Alphabet Soup in My Brain

Regions of the brain affected by PTSD and stress.

Regions of the brain affected by PTSD and stress. (Photo credit: Wikipedia)

PTSD for me seems to cause symptoms seen in ADD and OCD. It seems my brain gets stuck, or gets scrambled, and is rarely just buzzing along nicely. I generally have too many thoughts, not all negative thoughts any more, constantly bumping into each other in the most rude way. See just as one thought gets started and I think, Ohh that would be interesting, then another thought carelessly interrupts and off I go in another direction.

Here’s an interesting article about PTSD and the brain:

http://www.brainexplorer.org/ptsd/ptsd_aetiology.shtml

Excerpt “Many parts of the brain are likely to be involved in PTSD.  However, in recent studies two structures in particular have been highlighted – the amygdala   and the hippocampus  . The amygdala receives inputs from the thalamus   and the cortex, and sends efferents to the brainstem  , hypothalamus   and striatum. It is possible that these circuits are important in responding to threatening information from the environment via the autonomic, neuroendocrine and motor systems. Preclinical studies indicate that amygdala circuits are involved in fear conditioning and extinction . . . The hippocampus receives inputs from and sends efferents to both amygdala and the cortex.  The hippocampus plays an important role in memory, and these circuits may be involved in mediating explicit memories of traumatic events and in mediating learned responses to a constellation of cues (“contextual fear conditioning”).  Furthermore, preclinical studies demonstrate death of hippocampal neurons and hippocampal shrinkage after exposure of animals to chronic stress.”

I score high enough on the ADD and OCD tests to be medicated, but have chosen to try behavior/thought modification first and continue on my med-free healing path, thinking the main issue is PTSD. I am coping fairly well, but often have this feeling of disorientation, like thoughts are not in the right order in my brain. I have too many related thoughts all flooding the gate at once and I have to work so hard to focus on one. And then I get stuck on it, but it feels so good to be stuck and focused, no more interruptions, except I actually can’t stop then and nothing becomes as important as my new focal point.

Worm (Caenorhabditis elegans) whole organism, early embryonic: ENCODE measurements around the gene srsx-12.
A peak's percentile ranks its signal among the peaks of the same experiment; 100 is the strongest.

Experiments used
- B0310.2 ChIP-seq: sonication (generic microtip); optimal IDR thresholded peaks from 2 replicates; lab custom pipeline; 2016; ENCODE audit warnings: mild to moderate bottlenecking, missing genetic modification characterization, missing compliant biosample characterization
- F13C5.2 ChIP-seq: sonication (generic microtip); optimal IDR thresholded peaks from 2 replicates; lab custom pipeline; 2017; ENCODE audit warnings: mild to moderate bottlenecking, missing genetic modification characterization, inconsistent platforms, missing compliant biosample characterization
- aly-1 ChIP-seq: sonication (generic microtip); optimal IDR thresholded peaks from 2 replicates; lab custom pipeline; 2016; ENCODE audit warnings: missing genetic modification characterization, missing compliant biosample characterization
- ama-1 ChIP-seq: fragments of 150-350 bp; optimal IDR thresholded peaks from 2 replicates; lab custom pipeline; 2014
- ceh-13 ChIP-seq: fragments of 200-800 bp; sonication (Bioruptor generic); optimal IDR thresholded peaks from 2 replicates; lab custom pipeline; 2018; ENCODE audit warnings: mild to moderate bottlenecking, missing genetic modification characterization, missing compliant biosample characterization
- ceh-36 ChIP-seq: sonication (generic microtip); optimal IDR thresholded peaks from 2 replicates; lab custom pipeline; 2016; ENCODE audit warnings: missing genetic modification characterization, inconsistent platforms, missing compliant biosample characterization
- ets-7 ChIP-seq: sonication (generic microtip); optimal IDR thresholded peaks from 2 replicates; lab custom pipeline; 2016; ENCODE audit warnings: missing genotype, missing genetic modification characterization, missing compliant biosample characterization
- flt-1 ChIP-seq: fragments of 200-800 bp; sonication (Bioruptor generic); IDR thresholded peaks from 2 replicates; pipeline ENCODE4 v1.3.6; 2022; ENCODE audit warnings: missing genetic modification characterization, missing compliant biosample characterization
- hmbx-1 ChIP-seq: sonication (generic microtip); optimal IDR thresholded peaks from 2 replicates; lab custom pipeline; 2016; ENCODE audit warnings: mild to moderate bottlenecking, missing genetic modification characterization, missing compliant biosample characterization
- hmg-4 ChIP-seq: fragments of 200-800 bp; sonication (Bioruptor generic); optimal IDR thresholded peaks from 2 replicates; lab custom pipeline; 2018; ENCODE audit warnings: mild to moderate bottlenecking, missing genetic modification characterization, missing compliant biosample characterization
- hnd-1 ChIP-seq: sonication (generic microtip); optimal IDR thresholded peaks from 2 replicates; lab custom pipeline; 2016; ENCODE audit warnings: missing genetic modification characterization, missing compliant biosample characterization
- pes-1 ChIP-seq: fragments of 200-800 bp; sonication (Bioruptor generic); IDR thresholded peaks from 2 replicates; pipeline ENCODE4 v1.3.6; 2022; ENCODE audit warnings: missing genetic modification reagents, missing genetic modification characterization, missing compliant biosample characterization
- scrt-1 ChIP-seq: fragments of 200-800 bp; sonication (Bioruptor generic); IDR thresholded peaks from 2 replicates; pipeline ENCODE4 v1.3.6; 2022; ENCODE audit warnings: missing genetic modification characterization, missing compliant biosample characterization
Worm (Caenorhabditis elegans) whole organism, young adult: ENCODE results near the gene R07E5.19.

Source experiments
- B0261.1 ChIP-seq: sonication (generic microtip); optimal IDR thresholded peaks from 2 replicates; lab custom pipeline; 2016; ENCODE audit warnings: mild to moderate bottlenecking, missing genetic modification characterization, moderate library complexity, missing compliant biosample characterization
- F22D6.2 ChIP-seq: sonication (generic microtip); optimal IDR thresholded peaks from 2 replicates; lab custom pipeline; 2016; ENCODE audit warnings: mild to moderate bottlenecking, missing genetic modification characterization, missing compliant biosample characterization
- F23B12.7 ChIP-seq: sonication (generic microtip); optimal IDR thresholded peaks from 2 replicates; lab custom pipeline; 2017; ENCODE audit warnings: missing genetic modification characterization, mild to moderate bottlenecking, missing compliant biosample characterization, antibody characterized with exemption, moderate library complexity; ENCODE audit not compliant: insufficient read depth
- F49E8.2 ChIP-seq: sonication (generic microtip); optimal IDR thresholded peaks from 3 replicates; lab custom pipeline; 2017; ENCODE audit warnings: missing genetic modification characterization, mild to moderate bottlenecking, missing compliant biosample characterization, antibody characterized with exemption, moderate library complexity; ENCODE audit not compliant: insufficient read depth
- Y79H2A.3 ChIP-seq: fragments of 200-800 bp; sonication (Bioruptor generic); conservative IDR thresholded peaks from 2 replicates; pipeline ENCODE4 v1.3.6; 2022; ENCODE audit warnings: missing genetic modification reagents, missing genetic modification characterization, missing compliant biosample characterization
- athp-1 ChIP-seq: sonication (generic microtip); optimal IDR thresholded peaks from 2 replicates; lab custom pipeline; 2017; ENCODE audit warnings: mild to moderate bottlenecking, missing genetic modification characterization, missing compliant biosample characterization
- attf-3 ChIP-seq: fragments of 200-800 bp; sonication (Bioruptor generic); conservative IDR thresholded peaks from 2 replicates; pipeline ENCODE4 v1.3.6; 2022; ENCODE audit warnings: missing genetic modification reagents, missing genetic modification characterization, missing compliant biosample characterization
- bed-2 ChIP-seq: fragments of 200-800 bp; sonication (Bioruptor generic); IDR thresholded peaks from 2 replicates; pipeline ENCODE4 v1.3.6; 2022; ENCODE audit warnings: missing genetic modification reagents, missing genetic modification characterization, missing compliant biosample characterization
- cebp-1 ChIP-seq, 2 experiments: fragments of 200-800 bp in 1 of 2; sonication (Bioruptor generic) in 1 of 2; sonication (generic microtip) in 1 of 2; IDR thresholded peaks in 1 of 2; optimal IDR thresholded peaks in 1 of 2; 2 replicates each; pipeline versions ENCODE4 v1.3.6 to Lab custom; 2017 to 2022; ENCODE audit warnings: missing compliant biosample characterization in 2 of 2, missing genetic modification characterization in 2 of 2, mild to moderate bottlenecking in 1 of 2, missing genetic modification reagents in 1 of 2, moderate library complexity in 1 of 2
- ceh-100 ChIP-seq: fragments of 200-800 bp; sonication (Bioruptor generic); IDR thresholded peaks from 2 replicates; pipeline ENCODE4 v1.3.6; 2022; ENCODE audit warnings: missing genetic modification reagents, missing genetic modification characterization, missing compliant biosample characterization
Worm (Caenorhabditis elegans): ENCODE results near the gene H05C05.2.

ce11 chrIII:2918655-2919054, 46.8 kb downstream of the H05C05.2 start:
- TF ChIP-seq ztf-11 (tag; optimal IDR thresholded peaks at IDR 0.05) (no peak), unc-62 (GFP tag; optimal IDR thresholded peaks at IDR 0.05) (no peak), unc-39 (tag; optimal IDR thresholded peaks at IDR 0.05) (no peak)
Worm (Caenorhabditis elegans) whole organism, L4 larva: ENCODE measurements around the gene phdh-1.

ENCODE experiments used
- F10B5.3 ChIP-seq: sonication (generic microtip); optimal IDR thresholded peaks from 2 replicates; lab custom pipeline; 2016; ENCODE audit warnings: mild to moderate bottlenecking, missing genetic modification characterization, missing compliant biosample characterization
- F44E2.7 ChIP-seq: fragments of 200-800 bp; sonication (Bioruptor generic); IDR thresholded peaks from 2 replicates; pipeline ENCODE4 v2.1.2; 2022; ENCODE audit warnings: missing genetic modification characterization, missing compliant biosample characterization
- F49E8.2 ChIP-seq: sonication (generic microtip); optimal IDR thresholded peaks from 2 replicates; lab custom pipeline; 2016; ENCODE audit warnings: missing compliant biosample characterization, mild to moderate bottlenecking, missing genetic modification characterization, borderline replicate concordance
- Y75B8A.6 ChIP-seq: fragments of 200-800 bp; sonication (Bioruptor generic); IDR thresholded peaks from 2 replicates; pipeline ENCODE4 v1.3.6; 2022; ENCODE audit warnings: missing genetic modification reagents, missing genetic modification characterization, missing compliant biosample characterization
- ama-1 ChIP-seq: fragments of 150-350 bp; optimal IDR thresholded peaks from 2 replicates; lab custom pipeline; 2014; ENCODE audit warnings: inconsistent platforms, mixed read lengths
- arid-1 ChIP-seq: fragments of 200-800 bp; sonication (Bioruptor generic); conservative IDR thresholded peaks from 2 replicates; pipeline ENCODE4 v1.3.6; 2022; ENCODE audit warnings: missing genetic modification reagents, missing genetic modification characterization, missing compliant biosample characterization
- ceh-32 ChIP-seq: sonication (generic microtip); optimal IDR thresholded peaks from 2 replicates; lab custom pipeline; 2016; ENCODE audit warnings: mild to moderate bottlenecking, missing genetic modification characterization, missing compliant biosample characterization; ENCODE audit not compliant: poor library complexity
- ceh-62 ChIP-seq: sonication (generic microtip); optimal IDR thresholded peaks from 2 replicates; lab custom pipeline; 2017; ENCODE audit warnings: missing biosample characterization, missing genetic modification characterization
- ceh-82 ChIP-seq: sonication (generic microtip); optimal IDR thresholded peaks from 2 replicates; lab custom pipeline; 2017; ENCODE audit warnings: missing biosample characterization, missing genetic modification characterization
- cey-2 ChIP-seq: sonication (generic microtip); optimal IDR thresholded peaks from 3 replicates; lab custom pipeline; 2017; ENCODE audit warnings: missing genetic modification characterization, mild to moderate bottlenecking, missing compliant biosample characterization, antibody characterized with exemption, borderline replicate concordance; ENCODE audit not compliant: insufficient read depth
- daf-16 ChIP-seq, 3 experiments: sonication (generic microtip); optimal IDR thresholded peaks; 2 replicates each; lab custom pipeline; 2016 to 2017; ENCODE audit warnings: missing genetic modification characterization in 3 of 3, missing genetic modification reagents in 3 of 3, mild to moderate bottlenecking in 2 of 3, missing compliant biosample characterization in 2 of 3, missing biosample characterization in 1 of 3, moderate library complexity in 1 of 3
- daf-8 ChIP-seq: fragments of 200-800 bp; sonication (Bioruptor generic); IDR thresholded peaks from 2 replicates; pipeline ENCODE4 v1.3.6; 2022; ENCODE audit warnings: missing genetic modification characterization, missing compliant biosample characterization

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Around noon I open the dishwasher, start unloading it. Then remember that unloading silverware is the 4 yr old’s job, so I call for him. He does not come immediately, so I see what he is up to, and break up a lego fight between brothers. Then I supervise while they make up, and put some legos away. Then I put some dirty laundry in to the hamper. Then I see my book and look at the clock and think I don’t have time to read now.

Then the kids are hungry, so I fix some lunch. I get annoyed that the dishwasher is open and close it to avoid bumping my ankle. As I clean up lunch plates, I see the sink is full, completely full and can not hold anything else. I open the dishwasher and take out a bowl. I can’t remember which shelf we put these on now. I open every cupboard and find similar bowls. I need to nest them to have enough room, and I find some christmas gift cards we tucked up there for safe keeping. I get online and check the balance.

Kid 2 sees me on the computer and asks if I’ll play a game with him. We play together a bit and then a text comes in, Hubby is leaving work and asking do I need anything from the store. I leave the game and look in the fridge and pantry and text back a shopping list. I get thirsty for something in the fridge and have to get a cup from the dishwasher, nothing clean on the shelf. I stack all the cups from the dishwasher together to put them away, but leave them on the counter when I hear my work email bing. Team member asking a question, needs a quick reply, but it doesn’t have a quick answer so I work on that. I get tired from the research and re-writing that email so many times to get my message across clearly. I feel tired and think of my bedroom, currently being re-painted, and think I should shop online for a new comforter. I spend over an hour going from site to site even though I will not be ordering online, because I can’t buy a fabric without touching it first – it has to be soft. I feel angry for wasting time, and then very very overwhelmingly tired. I think I must need coffee.